The spacious park with low attendance made moving around the grounds extremely easy and we could spot each other really well when we got diverted by a beer hunter or another beer colleague. We had forty plus specialty beers to try so we didn’t make light of the opportunity to drink in the good time either. So, here is a quick breakdown of our biggest discoveries, favorite brews from the Brewers Jamboree festival and our takeaways from the extremely well run and facilitated event.
Blessed by the Locals
We are no strangers to a wealth of craft beer goodness here in Colorado. But having breweries showcased by demographic and local discretion doesn’t hurt either. Thanks to everyone that made it out from Fort Collins and Loveland. We can’t wait for you to get bigger or get more accounts in the market or send some of your delicious brews to Denver.
Our biggest discoveries from Brewers Jamboree were from Verboten Brewing and Pateros Creek. And to be completely honest, I have not had great showings from my past experiences with Pateros in their infancy. This time around, I can’t speak highly enough of their past shortcomings and they strides they have made since those early days. Good on you folks. That Peanut Brittle Red was no fucking joke. Verboten Brewing continues to introduce unique twists on all things craft beer. That Pennsylvania Swankey aged in Absinthe barrels harkens back to an age of artistry and visionary prowess. This brew embodied that spirit and was a true “slow dance with the green fairy.”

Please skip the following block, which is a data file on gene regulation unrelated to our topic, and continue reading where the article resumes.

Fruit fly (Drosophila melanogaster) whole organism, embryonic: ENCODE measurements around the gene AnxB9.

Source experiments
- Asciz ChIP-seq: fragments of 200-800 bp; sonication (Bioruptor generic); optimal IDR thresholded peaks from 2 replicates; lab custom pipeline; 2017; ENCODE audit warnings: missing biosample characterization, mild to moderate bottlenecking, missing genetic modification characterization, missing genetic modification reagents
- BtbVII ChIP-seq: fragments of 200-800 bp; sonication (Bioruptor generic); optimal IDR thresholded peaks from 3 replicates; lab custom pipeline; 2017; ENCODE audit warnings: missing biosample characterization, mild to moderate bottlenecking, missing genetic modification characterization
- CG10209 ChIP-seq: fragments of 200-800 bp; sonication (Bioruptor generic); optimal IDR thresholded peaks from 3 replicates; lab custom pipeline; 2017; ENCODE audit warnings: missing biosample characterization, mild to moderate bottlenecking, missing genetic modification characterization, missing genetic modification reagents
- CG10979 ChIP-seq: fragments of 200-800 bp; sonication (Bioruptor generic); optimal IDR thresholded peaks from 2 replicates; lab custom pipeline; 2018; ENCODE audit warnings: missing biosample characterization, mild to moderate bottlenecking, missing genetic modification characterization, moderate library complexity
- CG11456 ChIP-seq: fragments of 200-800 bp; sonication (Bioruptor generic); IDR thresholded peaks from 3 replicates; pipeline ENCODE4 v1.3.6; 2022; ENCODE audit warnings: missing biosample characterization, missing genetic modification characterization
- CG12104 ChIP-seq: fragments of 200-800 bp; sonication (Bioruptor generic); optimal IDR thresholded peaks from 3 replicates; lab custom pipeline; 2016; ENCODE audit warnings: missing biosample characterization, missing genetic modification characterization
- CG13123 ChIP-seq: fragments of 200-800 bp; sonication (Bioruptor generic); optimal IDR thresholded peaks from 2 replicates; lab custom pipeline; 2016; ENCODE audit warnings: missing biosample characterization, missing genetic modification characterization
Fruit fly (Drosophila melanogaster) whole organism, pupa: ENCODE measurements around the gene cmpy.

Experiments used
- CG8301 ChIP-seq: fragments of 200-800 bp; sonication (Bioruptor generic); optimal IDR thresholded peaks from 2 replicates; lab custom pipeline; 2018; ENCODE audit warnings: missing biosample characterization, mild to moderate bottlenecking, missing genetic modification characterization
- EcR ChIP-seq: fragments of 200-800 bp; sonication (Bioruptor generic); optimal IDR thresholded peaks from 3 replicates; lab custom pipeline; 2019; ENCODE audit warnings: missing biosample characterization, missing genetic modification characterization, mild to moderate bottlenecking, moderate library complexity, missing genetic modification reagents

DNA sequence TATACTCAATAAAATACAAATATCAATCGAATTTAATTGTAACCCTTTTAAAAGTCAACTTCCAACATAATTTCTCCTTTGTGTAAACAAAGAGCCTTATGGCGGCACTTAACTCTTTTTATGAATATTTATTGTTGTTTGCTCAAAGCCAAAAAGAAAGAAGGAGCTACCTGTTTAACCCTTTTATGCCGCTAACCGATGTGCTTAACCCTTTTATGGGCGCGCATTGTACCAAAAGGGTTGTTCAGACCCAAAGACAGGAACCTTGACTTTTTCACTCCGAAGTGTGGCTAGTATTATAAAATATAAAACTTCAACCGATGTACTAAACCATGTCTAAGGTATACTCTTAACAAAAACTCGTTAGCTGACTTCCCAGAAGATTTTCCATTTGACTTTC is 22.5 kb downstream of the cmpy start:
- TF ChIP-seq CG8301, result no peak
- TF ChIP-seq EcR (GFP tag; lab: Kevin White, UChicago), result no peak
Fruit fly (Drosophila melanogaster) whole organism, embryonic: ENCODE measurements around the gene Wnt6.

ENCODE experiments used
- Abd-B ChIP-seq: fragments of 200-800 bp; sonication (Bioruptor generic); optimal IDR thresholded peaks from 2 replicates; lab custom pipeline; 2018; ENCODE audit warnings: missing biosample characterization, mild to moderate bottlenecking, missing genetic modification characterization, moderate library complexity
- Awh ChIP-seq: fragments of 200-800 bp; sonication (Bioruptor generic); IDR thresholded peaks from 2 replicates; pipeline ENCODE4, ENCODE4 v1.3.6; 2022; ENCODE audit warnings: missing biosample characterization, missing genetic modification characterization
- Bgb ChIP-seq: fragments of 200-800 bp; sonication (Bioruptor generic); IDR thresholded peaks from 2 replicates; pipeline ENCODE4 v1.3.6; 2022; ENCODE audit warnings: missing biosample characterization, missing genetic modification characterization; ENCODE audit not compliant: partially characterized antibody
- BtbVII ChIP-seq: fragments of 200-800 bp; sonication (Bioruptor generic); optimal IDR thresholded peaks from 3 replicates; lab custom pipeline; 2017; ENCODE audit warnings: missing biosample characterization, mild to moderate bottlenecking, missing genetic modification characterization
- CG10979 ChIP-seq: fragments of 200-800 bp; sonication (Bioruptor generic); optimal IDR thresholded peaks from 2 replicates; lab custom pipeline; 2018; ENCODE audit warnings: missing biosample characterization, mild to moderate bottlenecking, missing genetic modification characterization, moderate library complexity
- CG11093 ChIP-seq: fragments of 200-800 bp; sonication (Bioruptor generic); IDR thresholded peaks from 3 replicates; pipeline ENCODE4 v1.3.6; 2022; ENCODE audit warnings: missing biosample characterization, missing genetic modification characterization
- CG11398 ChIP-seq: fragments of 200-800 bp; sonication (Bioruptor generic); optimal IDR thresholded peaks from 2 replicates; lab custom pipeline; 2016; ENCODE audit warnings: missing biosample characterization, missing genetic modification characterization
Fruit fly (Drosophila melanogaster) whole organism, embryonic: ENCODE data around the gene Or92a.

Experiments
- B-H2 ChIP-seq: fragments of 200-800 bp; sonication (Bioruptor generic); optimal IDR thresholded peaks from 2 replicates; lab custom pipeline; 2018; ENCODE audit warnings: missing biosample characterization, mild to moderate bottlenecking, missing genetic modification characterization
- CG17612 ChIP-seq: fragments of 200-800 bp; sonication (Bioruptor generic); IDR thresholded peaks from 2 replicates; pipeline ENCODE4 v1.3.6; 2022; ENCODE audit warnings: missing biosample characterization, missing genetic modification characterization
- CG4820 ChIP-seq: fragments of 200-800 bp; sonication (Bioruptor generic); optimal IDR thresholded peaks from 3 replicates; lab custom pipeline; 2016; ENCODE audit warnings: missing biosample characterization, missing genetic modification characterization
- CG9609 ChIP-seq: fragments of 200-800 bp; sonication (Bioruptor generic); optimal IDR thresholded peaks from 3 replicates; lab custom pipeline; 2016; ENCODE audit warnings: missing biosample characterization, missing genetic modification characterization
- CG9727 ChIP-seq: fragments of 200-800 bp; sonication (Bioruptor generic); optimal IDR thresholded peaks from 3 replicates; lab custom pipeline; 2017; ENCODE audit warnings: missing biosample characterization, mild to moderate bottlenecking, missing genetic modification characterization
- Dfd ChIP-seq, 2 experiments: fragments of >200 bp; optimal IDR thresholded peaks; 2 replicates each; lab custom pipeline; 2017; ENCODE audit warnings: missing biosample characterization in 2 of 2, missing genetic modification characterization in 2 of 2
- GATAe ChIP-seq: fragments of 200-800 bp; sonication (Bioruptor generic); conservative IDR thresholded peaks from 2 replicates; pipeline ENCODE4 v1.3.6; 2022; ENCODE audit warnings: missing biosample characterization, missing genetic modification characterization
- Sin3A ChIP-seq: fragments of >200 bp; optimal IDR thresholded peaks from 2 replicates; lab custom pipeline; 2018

Our favorite beers from Brewers Jamboree
Verboten’s Pennsylvania Swankey aged in Absinthe barrels made with anise seed and star anise. This was pretty much absinthe in beer form. And that’s that shit I DO LIKE!
Patero’s Creek’s Peanut Brittle Red brewed with roasted peanuts and yielding bright toffee notes. This shit tasted just like mom’s freshly baked predecessor and inspiration.
Snack Tent – Aged goat cheddar on local made crackers by Fox & Crow Cheese Shop. Sheep’s cheese with mustard. Salami and other cured meats by the Boar & Bull. These were smaller bites but super tasty. That bourbon-beer mustard was on point!
Taco Tent – A Chicken Fajita Taco or a Pork Carnitas Taco by Austin Taco. The Pork Carnitas taco needed some veggies, or some acid component or another crunch factor. But that Chicken Fajita taco was good.
Slider Tent – Bear’s Backyard Grill featured two sliders for you to choose from… Nobel’s Peaceballs – Hazel Dell mushrooms, local beef and local pork were all featured in this traditional Swedish-style meatball, and served with a mushroom sauce on a grilled slider roll. We also sampled the Jalapeno Bizznesss! – Fresh garlic, jalapeno, and cilantro was featured in this spicy meatball made with local pork and beef. Served on a bed of cilantro-lime coleslaw with a green chili sauce.